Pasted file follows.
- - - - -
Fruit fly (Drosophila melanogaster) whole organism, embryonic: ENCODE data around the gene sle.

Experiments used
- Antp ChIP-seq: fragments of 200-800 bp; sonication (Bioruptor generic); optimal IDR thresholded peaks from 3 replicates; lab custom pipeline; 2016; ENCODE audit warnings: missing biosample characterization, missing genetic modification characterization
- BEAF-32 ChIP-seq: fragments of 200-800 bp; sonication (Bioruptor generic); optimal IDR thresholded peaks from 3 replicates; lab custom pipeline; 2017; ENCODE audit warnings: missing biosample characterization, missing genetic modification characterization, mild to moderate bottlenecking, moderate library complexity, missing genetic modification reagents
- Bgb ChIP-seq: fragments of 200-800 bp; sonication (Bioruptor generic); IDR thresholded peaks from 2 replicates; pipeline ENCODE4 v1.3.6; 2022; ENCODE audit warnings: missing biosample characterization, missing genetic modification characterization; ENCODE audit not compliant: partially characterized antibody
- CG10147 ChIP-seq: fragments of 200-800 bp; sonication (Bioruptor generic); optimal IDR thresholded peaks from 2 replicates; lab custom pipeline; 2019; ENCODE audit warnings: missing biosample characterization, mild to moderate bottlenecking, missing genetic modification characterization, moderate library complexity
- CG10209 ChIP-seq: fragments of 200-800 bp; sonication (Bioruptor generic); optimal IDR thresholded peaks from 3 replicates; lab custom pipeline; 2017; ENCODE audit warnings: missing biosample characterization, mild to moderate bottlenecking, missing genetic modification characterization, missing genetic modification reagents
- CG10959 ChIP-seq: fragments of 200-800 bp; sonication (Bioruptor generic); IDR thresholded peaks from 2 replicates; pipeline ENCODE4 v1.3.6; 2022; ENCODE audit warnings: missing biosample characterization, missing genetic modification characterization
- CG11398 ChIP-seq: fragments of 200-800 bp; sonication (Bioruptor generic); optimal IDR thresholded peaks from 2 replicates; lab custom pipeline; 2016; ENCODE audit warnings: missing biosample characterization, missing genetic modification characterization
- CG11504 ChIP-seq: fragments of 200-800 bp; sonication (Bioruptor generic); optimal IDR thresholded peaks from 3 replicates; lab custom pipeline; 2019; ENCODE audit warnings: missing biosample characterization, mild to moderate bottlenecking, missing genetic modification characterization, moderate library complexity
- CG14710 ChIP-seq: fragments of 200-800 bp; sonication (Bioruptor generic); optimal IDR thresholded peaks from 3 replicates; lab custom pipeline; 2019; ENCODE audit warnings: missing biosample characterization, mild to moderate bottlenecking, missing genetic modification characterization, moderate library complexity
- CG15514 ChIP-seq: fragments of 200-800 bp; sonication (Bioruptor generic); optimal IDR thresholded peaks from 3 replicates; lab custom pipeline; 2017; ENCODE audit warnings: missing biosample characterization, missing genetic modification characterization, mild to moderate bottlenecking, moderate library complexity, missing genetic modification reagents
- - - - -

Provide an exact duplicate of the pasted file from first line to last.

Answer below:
Fruit fly (Drosophila melanogaster) whole organism, embryonic: ENCODE data around the gene sle.

Experiments used
- Antp ChIP-seq: fragments of 200-800 bp; sonication (Bioruptor generic); optimal IDR thresholded peaks from 3 replicates; lab custom pipeline; 2016; ENCODE audit warnings: missing biosample characterization, missing genetic modification characterization
- BEAF-32 ChIP-seq: fragments of 200-800 bp; sonication (Bioruptor generic); optimal IDR thresholded peaks from 3 replicates; lab custom pipeline; 2017; ENCODE audit warnings: missing biosample characterization, missing genetic modification characterization, mild to moderate bottlenecking, moderate library complexity, missing genetic modification reagents
- Bgb ChIP-seq: fragments of 200-800 bp; sonication (Bioruptor generic); IDR thresholded peaks from 2 replicates; pipeline ENCODE4 v1.3.6; 2022; ENCODE audit warnings: missing biosample characterization, missing genetic modification characterization; ENCODE audit not compliant: partially characterized antibody
- CG10147 ChIP-seq: fragments of 200-800 bp; sonication (Bioruptor generic); optimal IDR thresholded peaks from 2 replicates; lab custom pipeline; 2019; ENCODE audit warnings: missing biosample characterization, mild to moderate bottlenecking, missing genetic modification characterization, moderate library complexity
- CG10209 ChIP-seq: fragments of 200-800 bp; sonication (Bioruptor generic); optimal IDR thresholded peaks from 3 replicates; lab custom pipeline; 2017; ENCODE audit warnings: missing biosample characterization, mild to moderate bottlenecking, missing genetic modification characterization, missing genetic modification reagents
- CG10959 ChIP-seq: fragments of 200-800 bp; sonication (Bioruptor generic); IDR thresholded peaks from 2 replicates; pipeline ENCODE4 v1.3.6; 2022; ENCODE audit warnings: missing biosample characterization, missing genetic modification characterization
- CG11398 ChIP-seq: fragments of 200-800 bp; sonication (Bioruptor generic); optimal IDR thresholded peaks from 2 replicates; lab custom pipeline; 2016; ENCODE audit warnings: missing biosample characterization, missing genetic modification characterization
- CG11504 ChIP-seq: fragments of 200-800 bp; sonication (Bioruptor generic); optimal IDR thresholded peaks from 3 replicates; lab custom pipeline; 2019; ENCODE audit warnings: missing biosample characterization, mild to moderate bottlenecking, missing genetic modification characterization, moderate library complexity
- CG14710 ChIP-seq: fragments of 200-800 bp; sonication (Bioruptor generic); optimal IDR thresholded peaks from 3 replicates; lab custom pipeline; 2019; ENCODE audit warnings: missing biosample characterization, mild to moderate bottlenecking, missing genetic modification characterization, moderate library complexity
- CG15514 ChIP-seq: fragments of 200-800 bp; sonication (Bioruptor generic); optimal IDR thresholded peaks from 3 replicates; lab custom pipeline; 2017; ENCODE audit warnings: missing biosample characterization, missing genetic modification characterization, mild to moderate bottlenecking, moderate library complexity, missing genetic modification reagents